The "REAL" Elvis Remembered
August 16th: most people remember where they were when the news hit the afternoon airways. I was ten years old, driving back with my family from a trip along the East coast. At first, I didn't identify with my
aunt's tears, or my mother's surprise, or the endless tributes which formed the basis of radio programming for hours to follow. Then gradually, as I was exposed to his face on t-shirts, pocket books, posters, magazines, hats,
watches, buttons and re-releases of albums, I became immersed in the image of Elvis.
Elvis: the name had a mythical ring to it. As a child, I couldn't conceptualize his age as 42 being young when he died; at 36 years old it's unnerving. I have visited Graceland and witnessed admirers of all ages; I have taken
classes with Master Kang Rhee, Elvis' martial arts instructor; I have had lunch with Elvis' friends after they have come back from a 10K run. Yet, unmistakably, Elvis is dead. His flesh is gone but his voice and physical presence
live in endless recordings and video footage. More than what can be said about the average person's dead relative(s).
We live in a world where Elvis is still on the Top 40 Charts. In October, U.K. dee-jay Paul Oakenfold collaborates with Elvis on a re-mix of Rubberneckin'. Last year, A Little Less Conversation was a hit in dance clubs with it's
funky extended play version. And finally Nike featured Elvis' voice in its' basketball commercials.
Elvis is dead, isn't he?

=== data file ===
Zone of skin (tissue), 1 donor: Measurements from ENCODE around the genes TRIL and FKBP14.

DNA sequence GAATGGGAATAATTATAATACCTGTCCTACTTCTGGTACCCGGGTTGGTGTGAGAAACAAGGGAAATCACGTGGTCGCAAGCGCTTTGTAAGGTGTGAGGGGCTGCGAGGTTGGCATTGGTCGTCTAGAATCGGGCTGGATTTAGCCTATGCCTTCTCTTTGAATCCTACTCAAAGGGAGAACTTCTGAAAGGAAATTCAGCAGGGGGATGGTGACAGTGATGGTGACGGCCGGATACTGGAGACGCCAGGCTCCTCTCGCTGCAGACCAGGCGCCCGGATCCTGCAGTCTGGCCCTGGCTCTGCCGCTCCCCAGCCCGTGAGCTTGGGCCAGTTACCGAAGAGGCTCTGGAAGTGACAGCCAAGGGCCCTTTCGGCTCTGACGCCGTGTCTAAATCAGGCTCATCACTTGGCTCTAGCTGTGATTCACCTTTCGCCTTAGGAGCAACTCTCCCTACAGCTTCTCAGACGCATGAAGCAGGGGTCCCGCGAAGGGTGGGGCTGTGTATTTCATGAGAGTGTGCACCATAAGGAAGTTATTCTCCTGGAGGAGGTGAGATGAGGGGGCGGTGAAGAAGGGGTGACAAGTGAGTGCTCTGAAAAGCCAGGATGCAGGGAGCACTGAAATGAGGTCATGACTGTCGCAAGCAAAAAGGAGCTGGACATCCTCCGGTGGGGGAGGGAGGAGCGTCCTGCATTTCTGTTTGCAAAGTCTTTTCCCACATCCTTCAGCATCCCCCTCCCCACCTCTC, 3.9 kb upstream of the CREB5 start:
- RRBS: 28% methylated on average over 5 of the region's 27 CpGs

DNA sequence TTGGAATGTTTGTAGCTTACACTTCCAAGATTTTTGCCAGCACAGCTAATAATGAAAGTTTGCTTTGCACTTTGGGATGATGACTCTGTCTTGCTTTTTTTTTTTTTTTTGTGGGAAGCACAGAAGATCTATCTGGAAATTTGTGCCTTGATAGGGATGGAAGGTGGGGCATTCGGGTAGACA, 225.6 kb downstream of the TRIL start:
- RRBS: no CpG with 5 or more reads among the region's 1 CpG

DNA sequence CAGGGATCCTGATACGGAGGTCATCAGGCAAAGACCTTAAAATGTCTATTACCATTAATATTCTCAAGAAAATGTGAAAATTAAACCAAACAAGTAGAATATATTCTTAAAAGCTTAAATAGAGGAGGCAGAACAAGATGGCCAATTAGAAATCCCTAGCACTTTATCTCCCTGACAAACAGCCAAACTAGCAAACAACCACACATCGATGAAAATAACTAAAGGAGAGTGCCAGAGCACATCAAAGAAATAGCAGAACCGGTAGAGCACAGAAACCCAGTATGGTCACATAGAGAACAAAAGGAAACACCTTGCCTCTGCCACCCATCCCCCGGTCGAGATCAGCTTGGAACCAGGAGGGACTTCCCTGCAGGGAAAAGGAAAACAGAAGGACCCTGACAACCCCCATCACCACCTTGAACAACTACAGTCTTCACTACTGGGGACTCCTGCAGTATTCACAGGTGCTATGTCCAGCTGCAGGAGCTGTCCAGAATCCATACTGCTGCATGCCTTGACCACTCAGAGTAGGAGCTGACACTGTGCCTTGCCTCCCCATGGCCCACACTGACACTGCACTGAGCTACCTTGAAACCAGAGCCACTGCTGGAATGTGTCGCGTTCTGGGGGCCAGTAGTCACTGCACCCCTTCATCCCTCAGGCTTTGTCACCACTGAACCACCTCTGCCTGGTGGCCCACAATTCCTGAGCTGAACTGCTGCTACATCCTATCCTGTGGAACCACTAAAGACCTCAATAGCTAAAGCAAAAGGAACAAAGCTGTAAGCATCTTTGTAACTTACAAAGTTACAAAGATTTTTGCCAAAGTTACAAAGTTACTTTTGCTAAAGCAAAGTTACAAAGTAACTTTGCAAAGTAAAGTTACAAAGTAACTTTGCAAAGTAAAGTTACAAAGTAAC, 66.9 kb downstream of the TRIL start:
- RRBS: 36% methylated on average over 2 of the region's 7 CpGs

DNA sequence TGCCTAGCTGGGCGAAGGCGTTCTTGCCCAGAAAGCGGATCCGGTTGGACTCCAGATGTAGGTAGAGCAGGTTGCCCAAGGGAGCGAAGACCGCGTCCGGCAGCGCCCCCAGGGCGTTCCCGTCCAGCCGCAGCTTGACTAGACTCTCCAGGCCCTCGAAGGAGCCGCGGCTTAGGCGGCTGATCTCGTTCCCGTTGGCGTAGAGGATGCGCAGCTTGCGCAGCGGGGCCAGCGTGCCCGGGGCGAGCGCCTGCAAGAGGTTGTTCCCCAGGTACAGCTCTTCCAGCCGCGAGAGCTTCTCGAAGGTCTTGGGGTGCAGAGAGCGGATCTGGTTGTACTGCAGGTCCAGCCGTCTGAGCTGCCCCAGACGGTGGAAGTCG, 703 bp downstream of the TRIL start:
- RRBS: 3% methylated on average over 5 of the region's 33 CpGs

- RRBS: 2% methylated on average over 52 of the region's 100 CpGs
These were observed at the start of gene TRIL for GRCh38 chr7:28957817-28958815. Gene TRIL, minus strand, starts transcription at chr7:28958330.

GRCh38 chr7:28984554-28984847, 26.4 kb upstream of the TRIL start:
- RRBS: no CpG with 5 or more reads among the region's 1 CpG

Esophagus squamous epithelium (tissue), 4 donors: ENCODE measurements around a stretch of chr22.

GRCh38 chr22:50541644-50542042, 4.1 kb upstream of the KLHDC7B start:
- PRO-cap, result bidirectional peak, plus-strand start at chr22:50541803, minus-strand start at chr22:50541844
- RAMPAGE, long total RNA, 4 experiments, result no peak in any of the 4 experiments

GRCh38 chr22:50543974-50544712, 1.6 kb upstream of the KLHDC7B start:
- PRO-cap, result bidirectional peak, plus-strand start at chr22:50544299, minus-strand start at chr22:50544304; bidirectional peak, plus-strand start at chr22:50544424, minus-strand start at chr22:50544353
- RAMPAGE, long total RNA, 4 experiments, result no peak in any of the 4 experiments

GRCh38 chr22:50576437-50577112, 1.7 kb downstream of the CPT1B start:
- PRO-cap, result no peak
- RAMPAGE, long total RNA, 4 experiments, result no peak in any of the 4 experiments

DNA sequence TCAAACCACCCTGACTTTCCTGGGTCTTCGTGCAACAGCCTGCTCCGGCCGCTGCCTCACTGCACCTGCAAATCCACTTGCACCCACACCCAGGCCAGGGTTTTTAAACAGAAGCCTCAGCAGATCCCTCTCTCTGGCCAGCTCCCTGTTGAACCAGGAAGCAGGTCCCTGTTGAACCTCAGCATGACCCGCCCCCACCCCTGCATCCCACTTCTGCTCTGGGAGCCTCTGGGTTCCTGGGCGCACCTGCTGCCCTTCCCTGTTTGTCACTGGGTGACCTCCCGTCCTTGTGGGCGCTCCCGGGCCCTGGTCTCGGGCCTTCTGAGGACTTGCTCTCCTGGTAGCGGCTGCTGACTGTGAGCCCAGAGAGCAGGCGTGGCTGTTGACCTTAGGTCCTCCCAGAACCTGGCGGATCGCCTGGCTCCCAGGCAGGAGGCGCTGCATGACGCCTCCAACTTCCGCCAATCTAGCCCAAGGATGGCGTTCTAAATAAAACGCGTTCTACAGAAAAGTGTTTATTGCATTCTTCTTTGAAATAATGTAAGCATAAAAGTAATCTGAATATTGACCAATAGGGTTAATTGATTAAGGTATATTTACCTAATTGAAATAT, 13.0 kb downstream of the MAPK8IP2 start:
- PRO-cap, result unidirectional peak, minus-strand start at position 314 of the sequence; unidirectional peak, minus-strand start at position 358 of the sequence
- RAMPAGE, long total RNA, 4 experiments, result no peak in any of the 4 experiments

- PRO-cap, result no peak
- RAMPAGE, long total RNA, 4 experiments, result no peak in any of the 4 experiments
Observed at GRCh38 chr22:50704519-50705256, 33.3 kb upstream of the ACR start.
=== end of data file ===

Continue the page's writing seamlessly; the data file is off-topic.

For an individual as spiritual as Elvis was, it's not surprising that his essence holds enough power to permeate 21st century culture. As with many religious leaders who have passed on, Elvis may even be more influential now
than in life. We begin to appreciate who he was, what he represented, the chances he took, the choices he made, the lives he influenced, the world he shaped. Quite an undertaking for one individual in a compressed time
When daylight breaks on August 16th, take a moment to reflect on Elvis. If it's not the name which inspires you, perhaps it's the music which may move you; or the face which may excite you; or the gentle voice which resonates
with innocence and fills you with peace. Whichever way you choose to remember him, keep close to your hearts what Elvis stood for, and with the highest and best intentions, follow your own heart in making the world in which you live
something to remember you by.
August 12, 2003